DD and I have been planning a trip to Japan for well over a year now. In January we decided on when we’d travel (Springtime, for hanami, or cherry-blossom viewing season), bought our plane tickets and began to make concrete plans as to where to go, what do do, where to stay.
On the 6th of March we also ordered our Japan Rail Pass – an all-you-can eat train pass that enables you to travel all over Japan by Shinkansen, or bullet train. Note that it’s available to foreigners only, sold in increments of 7, 14, and 21 days.
4 days later, on Thursday evening, (March 10th) as we were getting ready for bed, reports of the Tohoku earthquake hit the news. When we rose the next morning, we listened and watched with horror at the unfolding news of the crisis, of the ensuing Tsunami, of the ominous damage to the nuclear power plants in Fukushima, the possibility that the Tsunami might reach Hawaii and the shores of the US West Coast.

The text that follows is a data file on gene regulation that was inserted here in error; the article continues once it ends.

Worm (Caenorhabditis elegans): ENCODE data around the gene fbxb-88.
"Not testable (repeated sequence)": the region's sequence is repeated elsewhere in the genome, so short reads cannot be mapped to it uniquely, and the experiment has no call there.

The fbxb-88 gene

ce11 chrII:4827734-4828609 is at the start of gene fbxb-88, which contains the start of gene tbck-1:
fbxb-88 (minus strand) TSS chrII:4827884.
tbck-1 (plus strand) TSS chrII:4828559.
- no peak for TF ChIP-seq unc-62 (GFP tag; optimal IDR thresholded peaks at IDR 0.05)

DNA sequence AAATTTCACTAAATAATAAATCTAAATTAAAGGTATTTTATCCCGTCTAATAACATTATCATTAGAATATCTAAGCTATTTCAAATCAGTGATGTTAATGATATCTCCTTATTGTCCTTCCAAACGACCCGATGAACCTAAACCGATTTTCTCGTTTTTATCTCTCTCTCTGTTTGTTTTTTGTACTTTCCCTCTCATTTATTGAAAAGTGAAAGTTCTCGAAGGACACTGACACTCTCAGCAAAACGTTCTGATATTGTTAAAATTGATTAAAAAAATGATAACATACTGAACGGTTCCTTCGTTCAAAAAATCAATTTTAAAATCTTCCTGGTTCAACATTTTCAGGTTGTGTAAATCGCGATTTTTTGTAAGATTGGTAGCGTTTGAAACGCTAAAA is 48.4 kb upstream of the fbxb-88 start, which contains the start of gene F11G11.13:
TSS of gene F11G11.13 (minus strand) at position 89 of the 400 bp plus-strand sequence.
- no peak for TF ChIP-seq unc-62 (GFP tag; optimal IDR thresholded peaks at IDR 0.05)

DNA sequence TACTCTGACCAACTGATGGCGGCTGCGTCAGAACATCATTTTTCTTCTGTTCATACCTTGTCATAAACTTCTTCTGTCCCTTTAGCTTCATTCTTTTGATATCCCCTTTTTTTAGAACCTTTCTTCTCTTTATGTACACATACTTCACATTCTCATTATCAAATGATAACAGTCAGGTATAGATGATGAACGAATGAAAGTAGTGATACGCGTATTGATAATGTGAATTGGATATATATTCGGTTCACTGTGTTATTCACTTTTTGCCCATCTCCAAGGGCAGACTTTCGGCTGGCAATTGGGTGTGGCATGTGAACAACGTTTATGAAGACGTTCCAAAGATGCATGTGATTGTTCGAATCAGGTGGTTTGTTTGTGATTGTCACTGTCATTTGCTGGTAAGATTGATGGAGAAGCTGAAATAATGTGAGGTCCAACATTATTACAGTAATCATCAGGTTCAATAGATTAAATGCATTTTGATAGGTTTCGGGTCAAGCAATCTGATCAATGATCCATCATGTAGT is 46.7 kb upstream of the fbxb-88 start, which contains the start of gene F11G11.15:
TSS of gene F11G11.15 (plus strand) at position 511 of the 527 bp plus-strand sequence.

Over the course of that dreadful first week, we’ve been on wait-and-see mode, staying on top of the news, scouring the internet for first-hand accounts of the situation in Tokyo and other parts of Japan. I was definitely struck by the copious amounts of information that was available, or made available by numerous bloggers, Japanese news sites and especially, Twitterers. There were accounts by numerous private citizens, official agencies (the Japanese Prime Minister’s Office; the US Ambassador to Tokyo, John V. Roos) and various news reporters. We were especially glad to see that NHK, Japan’s Public Broadcasting Network, had begun streaming live, 24-hour news. And I’ve also been glued to my Japan Twitter list for timely updates.